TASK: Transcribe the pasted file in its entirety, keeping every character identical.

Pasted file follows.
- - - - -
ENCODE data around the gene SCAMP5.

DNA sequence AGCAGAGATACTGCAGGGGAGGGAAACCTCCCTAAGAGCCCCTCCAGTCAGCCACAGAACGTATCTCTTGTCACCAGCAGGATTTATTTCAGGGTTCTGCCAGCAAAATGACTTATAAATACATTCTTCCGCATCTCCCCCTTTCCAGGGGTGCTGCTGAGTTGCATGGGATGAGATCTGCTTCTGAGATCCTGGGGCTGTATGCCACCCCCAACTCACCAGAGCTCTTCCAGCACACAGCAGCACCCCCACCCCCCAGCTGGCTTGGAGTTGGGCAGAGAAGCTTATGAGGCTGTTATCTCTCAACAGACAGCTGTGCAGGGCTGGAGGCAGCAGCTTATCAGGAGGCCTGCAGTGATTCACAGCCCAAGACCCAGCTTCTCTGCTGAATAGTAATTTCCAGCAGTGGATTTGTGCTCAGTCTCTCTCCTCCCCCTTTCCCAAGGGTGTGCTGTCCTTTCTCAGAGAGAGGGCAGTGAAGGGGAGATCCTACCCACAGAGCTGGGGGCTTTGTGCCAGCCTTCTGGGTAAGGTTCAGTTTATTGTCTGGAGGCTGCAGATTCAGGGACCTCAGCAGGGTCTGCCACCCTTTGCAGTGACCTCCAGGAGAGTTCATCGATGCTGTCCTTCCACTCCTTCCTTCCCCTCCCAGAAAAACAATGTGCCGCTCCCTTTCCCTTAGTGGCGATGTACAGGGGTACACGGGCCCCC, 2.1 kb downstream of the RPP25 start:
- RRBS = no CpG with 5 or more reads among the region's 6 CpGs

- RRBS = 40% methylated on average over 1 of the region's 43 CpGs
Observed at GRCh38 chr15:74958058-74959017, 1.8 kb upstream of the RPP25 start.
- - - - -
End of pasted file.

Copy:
ENCODE data around the gene SCAMP5.

DNA sequence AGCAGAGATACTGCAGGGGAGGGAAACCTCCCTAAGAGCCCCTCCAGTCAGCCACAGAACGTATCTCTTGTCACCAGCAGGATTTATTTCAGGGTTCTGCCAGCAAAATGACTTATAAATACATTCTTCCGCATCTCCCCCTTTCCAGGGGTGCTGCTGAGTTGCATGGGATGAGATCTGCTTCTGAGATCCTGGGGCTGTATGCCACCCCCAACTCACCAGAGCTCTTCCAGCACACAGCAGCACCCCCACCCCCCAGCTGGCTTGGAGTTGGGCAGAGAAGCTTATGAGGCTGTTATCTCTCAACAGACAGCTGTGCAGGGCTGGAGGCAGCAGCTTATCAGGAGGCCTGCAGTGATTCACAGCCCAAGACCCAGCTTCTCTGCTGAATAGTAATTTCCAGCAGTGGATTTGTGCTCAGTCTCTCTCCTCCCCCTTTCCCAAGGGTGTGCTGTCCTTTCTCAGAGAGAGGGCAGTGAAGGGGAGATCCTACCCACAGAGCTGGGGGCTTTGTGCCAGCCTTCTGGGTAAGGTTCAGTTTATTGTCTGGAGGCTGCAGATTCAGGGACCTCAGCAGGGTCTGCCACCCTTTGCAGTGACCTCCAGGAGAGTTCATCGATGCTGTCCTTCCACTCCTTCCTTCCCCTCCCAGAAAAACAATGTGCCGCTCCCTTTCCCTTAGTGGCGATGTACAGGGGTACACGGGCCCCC, 2.1 kb downstream of the RPP25 start:
- RRBS = no CpG with 5 or more reads among the region's 6 CpGs

- RRBS = 40% methylated on average over 1 of the region's 43 CpGs
Observed at GRCh38 chr15:74958058-74959017, 1.8 kb upstream of the RPP25 start.